Tsonga trumps Hidalgo at Qatar Open

Third-seeded Jo-Wilfried Tsonga knocks over Ruben Hidalgo in the first round of Qatar Open.

     Top-ranked Rafael Nadal (top left) will play his first game against Karol Beck of Slovakia on Tuesday  [Reuters]


    Third-seeded Jo-Wilfried Tsonga began his season with a crushing 6-2, 6-0 win over Spain's Ruben Ramirez Hidalgo in the first round of the Qatar Open.

    Tsonga had not played since October because of a knee injury, but he showed no signs of rust as he broke serve twice in the first set and three times in the second to complete a one-sided win.

    "Yeah, I played a good match,'' Tsonga said. "Everybody's friendly with me here. I feel really good.
    "I'm completely fit. I'm maybe healthier than before, and, you know, I just enjoy every moment on the court, and that's it. I hope it will continue.''

    Tsonga will face Sergei Bubka in the second round after the Ukrainian wildcard entry, who is the son of the former Olympic and world champion pole-vaulter of the same name, upset Spain's Daniel Gimeno-Traver 6-0, 6-3.

    Also on Monday, fourth seed and defending champion Nikolay Davydenko of Russia eased past Fabio Fognini of Italy 6-1, 6-4 in 63 minutes.

    Playing an aggressive baseline game, punctuated with solid returns, Davydenko, who beat Rafael Nadal of Spain in last year's final, broke Fognini in games two and four to take the first set in 25 minutes.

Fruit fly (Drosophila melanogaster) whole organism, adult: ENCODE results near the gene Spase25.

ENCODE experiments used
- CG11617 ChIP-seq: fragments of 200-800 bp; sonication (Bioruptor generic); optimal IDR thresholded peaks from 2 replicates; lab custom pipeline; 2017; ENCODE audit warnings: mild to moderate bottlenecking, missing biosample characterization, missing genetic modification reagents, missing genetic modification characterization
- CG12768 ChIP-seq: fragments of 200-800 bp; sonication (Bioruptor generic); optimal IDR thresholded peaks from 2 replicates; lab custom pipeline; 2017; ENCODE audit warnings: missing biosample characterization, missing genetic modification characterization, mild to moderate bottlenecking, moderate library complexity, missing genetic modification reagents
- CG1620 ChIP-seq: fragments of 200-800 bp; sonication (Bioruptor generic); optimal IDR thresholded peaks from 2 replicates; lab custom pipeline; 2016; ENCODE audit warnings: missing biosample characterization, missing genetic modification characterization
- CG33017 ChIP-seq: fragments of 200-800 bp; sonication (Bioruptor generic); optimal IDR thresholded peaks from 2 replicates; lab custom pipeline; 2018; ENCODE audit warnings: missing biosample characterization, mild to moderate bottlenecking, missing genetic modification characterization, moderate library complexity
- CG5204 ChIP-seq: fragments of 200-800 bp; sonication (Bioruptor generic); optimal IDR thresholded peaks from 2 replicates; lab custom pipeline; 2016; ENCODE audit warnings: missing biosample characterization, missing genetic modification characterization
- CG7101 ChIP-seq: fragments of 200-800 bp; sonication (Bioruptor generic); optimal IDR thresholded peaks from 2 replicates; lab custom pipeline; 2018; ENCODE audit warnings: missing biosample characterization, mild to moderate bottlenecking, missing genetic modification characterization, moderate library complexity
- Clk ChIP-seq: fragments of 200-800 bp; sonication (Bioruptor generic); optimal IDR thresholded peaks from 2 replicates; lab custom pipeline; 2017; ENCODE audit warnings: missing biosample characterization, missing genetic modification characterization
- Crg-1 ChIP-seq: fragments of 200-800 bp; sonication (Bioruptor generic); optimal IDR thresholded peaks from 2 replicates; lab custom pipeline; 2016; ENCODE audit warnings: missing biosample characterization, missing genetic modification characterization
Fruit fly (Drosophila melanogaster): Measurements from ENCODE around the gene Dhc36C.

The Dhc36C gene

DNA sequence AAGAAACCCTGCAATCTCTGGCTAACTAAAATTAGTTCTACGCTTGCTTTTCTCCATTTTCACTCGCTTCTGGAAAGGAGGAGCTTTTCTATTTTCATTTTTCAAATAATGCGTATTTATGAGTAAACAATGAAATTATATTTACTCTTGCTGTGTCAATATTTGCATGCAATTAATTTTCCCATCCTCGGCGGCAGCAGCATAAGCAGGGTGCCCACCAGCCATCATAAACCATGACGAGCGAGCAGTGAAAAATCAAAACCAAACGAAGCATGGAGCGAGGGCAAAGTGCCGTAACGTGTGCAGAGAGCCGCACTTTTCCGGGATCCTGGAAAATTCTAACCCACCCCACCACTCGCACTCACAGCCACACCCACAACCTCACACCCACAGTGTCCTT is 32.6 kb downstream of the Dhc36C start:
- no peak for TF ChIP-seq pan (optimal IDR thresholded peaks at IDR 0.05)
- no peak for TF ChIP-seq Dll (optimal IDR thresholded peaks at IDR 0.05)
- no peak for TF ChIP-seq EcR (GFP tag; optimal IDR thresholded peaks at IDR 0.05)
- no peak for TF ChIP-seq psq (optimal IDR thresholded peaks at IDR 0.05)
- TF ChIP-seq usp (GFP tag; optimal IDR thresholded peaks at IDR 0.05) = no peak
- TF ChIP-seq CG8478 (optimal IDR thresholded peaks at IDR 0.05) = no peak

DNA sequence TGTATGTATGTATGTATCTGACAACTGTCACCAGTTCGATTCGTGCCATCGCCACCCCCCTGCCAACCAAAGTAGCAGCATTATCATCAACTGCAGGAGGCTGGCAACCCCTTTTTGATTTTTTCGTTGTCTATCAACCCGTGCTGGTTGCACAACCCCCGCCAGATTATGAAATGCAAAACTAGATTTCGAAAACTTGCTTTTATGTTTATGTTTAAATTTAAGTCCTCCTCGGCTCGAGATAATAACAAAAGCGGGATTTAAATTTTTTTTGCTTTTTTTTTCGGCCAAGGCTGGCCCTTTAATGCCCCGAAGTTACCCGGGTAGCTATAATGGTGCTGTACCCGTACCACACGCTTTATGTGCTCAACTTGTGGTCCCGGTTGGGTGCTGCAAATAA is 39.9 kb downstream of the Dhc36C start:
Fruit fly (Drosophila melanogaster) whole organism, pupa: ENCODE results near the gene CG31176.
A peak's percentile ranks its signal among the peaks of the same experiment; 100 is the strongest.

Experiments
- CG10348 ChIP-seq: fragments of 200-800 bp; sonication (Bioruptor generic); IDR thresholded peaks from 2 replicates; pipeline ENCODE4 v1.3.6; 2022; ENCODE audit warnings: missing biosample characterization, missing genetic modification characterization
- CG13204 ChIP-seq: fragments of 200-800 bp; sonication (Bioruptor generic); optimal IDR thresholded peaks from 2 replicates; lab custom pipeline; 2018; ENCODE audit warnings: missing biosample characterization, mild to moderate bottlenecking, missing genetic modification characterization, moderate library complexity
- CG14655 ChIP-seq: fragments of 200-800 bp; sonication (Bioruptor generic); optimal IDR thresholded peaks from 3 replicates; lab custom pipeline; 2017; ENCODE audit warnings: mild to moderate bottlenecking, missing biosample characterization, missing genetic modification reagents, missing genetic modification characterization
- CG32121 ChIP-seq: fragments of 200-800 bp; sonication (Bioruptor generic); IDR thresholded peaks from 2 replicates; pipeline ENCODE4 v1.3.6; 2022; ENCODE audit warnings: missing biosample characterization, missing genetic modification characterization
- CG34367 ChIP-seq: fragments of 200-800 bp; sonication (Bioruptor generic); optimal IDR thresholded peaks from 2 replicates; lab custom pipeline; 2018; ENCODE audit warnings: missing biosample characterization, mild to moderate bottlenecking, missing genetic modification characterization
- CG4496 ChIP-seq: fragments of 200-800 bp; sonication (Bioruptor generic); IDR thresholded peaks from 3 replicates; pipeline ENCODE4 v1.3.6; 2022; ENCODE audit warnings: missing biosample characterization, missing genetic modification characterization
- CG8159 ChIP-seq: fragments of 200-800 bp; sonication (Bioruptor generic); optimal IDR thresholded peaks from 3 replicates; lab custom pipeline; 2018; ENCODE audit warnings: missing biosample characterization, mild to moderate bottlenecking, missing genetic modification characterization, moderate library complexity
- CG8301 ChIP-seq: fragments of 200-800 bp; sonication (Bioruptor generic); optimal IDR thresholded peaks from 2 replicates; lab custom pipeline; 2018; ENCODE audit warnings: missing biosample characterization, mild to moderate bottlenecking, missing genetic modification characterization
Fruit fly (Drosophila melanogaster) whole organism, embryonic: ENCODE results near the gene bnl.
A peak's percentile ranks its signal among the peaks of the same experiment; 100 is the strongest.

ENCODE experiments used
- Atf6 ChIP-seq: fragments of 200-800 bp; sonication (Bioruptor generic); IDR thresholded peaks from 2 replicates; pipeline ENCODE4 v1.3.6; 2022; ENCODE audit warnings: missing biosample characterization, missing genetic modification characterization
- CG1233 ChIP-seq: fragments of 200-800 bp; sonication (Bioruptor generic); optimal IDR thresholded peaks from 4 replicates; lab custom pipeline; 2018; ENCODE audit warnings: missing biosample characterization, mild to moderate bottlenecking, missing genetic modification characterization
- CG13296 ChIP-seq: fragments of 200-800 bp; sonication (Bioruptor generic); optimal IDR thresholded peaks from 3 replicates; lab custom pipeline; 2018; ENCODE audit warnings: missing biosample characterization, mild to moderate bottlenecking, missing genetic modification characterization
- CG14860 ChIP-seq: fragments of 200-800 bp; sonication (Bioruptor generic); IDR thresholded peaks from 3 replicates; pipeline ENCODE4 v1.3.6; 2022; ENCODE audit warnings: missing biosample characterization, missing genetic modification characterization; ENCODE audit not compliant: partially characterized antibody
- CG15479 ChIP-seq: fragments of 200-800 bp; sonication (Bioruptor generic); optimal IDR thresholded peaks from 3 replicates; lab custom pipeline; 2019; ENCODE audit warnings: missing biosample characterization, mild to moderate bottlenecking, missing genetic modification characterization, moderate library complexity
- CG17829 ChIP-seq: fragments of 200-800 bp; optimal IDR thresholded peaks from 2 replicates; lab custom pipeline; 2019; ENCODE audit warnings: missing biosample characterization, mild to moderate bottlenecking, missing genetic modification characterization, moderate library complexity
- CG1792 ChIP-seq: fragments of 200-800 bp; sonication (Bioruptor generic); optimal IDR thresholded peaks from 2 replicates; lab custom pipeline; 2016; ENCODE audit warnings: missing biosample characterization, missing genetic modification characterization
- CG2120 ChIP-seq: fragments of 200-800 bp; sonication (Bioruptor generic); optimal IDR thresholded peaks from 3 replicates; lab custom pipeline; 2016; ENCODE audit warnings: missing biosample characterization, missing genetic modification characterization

Employing similar tactics, the 29-year-old Russian wasted little time in taking the second set. Davydenko fired six aces, and did not face a break point in the entire match.

    Top-ranked Rafael Nadal plays his first ATP match of the season against Karol Beck of Slovakia on Tuesday, when two-time champion Roger Federer of Switzerland also plays Dutch qualifier Thomas Schoorel.

    Nadal beat Federer in straight sets on Saturday at an invitational event in Abu Dhabi.

    SOURCE: AP


    YOU MIGHT ALSO LIKE

    Double standards: 'Why aren't we all with Somalia?'

    Double standards: 'Why aren't we all with Somalia?'

    More than 300 people died in Somalia but some are asking why there was less news coverage and sympathy on social media.

    How Moscow lost Riyadh in 1938

    How Moscow lost Riyadh in 1938

    Russian-Saudi relations could be very different today, if Stalin hadn't killed the Soviet ambassador to Saudi Arabia.

    Kobe Steel: A scandal made in Japan

    Kobe Steel: A scandal made in Japan

    Japan's third-largest steelmaker has admitted it faked data on parts used in cars, planes and trains.